"We have contributed and sacrificed the most in fighting global terrorism and carried out the largest counter-terrorism operation anywhere in the world", Lodhi had asserted.
White House Press Secretary Sarah Huckabee Sanders told reporters Tuesday that more details about actions against Pakistan would be forthcoming. He reiterated longstanding allegations that Pakistan gives "safe haven to the terrorists we hunt in Afghanistan".
Amid reports that the Trump administration may approve more drastic measures to punish Islamabad for its alleged support to certain militant groups, the army on Wednesday said Pakistan would respond to any U.S. action in line with the aspirations of the people. Trump in his first tweet of the new year had said that the U.S. has already given $33 billion in aid to Pakistan in over 15 years. Pakistan's Foreign Minister Khawaja Asif in a tweet challenged Trump's claim that the U.S. has given Pakistan more than USD 33 billion dollars as aid over the last 15 years, saying verification by an audit firm would prove the USA president wrong. "We know that Pakistan can do more to fight terrorism, and we want them to step up and do that", she said recently. Asif categorically rejected the US" claims that it had provided Dollars 33 billion aid over the last 15 years to Pakistan, saying it was "hollow and imprecise'. "The U.S. still needs these facilities and Pakistan can stop it".
The United States also alleges that senior Afghan Taliban commanders live on Pakistani soil, and has signaled it will cut aid and take other steps if Islamabad does not stop helping or turning a blind eye to Haqqani militants crossing the border to carry out attacks in Afghanistan.
Mr. Trump's tweet does not indicate a shift in policy, as the previous Obama administration had come to same conclusion about Pakistan, while the undiplomatic rhetoric could backfire, said several experts who spoke to The Hindu.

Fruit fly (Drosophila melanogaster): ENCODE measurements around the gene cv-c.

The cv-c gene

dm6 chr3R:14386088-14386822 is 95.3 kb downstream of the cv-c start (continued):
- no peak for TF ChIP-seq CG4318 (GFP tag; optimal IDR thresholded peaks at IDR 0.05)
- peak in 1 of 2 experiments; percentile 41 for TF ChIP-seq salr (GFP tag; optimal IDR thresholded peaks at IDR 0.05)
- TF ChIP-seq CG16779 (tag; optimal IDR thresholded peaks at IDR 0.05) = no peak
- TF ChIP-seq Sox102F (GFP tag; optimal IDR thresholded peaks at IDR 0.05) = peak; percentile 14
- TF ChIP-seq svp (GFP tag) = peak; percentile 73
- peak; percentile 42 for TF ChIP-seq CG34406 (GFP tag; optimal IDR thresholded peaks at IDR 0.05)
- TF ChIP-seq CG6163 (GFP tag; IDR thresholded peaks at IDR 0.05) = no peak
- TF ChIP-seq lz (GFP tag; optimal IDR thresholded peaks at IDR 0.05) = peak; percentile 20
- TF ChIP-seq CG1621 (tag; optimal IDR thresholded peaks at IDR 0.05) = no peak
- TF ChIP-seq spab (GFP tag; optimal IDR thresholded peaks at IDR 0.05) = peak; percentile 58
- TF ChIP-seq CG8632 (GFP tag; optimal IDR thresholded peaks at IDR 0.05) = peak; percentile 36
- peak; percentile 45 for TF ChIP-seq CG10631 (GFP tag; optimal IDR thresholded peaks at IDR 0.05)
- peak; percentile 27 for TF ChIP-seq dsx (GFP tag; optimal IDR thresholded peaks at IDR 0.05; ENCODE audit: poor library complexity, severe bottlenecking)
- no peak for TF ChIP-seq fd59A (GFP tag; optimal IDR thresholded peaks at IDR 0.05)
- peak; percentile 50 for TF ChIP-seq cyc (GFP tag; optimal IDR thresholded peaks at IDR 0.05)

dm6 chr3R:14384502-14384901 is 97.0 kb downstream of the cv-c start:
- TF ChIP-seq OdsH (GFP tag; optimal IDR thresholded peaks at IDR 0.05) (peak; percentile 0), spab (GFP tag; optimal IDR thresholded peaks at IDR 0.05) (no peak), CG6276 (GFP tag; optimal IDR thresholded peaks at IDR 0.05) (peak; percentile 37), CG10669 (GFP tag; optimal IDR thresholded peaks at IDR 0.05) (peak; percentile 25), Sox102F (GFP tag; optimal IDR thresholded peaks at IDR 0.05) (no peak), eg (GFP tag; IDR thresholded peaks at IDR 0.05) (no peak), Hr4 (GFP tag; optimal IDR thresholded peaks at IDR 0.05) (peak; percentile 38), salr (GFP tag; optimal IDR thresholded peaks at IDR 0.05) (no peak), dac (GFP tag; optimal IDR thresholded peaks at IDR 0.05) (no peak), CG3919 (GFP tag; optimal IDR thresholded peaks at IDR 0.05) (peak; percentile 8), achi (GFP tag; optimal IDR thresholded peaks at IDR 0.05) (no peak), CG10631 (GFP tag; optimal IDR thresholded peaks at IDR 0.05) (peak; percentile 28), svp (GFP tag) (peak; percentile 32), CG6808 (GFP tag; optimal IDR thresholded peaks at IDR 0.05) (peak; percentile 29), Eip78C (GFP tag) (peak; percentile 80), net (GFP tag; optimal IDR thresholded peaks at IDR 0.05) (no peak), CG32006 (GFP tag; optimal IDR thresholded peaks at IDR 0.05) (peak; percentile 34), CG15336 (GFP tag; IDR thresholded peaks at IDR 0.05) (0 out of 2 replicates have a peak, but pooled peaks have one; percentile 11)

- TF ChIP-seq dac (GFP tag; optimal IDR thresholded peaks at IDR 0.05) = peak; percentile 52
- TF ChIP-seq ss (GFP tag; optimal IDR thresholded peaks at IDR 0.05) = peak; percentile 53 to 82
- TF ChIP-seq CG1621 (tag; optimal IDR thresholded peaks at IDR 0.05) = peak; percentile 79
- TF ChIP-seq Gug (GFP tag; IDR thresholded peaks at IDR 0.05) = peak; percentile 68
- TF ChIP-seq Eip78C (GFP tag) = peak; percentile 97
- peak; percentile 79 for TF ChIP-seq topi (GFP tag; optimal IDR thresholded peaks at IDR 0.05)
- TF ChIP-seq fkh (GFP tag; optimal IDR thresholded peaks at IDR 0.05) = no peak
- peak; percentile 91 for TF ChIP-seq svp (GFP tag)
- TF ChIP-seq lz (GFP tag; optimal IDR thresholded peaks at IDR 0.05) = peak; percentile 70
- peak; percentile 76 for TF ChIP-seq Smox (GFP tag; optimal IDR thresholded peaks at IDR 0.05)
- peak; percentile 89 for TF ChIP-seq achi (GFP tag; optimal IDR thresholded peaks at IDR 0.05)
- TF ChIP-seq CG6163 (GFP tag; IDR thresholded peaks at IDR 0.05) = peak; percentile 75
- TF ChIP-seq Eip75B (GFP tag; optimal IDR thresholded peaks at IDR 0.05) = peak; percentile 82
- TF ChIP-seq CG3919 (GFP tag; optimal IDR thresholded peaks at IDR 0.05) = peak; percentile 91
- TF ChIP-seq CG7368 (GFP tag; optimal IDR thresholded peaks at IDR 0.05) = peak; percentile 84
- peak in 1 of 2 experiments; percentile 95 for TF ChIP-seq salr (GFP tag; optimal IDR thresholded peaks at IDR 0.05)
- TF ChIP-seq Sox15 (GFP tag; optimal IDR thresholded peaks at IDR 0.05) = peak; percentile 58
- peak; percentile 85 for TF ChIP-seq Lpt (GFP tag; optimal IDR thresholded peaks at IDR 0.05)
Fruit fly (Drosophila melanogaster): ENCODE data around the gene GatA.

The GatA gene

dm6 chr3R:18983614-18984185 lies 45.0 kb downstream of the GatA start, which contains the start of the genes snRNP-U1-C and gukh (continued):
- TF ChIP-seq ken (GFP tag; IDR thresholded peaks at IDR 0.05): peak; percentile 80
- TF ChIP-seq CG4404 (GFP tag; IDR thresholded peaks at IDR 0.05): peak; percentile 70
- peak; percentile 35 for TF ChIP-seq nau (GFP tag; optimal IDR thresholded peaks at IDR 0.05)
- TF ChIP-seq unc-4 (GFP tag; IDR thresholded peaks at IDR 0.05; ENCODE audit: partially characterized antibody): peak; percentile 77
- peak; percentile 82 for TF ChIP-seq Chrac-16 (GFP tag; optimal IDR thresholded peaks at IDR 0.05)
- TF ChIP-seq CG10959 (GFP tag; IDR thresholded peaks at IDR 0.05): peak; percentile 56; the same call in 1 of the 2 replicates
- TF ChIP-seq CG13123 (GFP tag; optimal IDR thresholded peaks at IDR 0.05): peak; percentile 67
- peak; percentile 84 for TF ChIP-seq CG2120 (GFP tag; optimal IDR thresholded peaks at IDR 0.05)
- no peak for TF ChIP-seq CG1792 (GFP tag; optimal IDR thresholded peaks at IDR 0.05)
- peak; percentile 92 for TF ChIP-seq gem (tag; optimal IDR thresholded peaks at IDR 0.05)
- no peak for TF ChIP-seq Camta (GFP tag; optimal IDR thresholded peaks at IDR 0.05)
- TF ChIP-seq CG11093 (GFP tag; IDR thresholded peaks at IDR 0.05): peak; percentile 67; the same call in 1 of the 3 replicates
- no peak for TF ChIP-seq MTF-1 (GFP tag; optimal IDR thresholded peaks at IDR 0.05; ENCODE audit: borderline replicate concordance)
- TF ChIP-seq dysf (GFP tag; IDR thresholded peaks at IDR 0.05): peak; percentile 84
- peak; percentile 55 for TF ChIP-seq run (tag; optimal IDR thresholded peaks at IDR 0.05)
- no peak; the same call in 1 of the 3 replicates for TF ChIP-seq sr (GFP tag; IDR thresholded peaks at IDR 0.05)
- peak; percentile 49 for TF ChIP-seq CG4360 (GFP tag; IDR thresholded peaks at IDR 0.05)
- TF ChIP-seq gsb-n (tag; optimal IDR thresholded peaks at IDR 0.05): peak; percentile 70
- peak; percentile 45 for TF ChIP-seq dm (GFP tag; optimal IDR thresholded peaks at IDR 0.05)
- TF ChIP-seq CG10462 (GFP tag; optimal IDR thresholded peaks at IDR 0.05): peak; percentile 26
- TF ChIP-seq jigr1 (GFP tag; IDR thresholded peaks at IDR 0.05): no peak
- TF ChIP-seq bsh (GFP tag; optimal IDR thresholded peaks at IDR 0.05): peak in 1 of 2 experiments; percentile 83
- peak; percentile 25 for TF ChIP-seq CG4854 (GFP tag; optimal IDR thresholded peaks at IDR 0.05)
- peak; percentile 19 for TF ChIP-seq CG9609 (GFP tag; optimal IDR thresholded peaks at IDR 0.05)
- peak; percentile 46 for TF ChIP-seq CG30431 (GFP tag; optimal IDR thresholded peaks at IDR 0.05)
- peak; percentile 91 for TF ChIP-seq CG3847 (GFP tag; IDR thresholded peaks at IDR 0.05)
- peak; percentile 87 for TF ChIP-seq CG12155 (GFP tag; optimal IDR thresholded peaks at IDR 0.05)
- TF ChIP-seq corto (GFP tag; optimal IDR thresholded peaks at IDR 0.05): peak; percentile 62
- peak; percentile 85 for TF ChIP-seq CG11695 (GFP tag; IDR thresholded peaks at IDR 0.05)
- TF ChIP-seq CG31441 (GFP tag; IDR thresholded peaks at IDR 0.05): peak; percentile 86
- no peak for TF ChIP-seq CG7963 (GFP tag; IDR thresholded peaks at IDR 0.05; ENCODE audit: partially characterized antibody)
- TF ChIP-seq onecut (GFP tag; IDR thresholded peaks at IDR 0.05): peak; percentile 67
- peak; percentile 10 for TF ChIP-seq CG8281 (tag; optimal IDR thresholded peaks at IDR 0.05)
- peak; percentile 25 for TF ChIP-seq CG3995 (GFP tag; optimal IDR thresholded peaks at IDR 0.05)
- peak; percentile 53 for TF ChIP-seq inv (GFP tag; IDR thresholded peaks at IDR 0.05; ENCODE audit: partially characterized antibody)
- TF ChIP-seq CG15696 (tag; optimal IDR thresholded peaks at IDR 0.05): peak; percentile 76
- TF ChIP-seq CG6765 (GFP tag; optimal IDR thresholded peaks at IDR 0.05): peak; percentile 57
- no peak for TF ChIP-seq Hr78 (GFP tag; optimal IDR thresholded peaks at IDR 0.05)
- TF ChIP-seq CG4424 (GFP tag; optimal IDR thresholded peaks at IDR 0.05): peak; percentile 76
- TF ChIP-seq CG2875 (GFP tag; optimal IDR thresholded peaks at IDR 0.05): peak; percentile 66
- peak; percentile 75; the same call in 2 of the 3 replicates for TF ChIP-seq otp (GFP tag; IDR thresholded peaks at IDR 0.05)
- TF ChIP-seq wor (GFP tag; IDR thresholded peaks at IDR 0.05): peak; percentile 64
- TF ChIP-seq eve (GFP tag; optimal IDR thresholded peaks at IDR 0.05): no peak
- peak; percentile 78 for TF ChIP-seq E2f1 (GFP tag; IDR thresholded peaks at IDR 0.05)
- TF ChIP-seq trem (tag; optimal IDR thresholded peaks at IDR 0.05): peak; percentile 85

The former diplomat who hosted Trump as the candidate for his first major foreign policy speech called for suspension of economic assistance to Pakistan, holding Pakistan accountable before regional and worldwide organizations in association with India and Afghanistan.
"Just a few weeks ago, Trump praised Pakistan for starting to 'respect the United States.' The incoherence of our Pakistan policy works against our interests because it undermines the power of our hypothetical stick or the sweetness of our purported carrots", she said.
North Korea's ballistic missile accidentally hits own city
Another danger pointed out by The Diplomat comes from North Korea's newly demonstrated ability to carry out surprise tests. The rocket reportedly crashed into the city of Tokchon and seriously damaged industrial or agricultural buildings.
Kim Kardashian reveals two-year-old son Saint was hospitalized
Despite, Saint's hospitalization the couple still managed to bring in the New Year the way a family should. Still, Saint's terrifying illness managed to keep both parents on their toes ahead of the big celebration.
Hawaiian Airlines flight travels back in time
Passengers of HA446, a flight of Hawaiian Airlines, were amazed to know that plane flies them back into 2017. December 31 in Hawaii, giving the passengers plenty of time to gear up for New Year's 2017, round two.
Pakistan civilian and military chiefs on Tuesday rejected "incomprehensible" USA comments and summoned American Ambassador David Hale to explain Trump's tweet.
"I welcome today's clarity in President Trump's remarks and propose a joint United States - regional coalition to pressurize the Pakistan military establishment to bring peace to not just Afghanistan but the entire region", Karzai said Monday on Twitter.
In a CNN appearance, Dr Akbar Ahmed, Pakistan's former ambassador to the United Kingdom, reminded policymakers why it is important for Washington that Islamabad remains on its side.
A larger security-related payment was $14.5 billion paid to Pakistan from Coalition Support Funds (CSF), which the CRS paper argued, was not assistance but reimbursement for logistical and operational support of US-led military operations; "it is technically not foreign assistance". He said Pakistan could fall back on Saudi Arabia and China for military supplies, but it still depends on the US for certain types of high-end equipment.
"It is impossible to compensate the losses we have suffered", he proclaimed, adding, "We lost 70,000 lives in America's war". A few days ago, CENTCOM commander General Voetel said that the US was attempting quiet discussions rather than public messaging to Pakistan.
Michael Kugelman, deputy director of the Wilson Center's South Asia program, said suspension of USA security assistance to Pakistan would not torpedo relations but it was a significant step backward.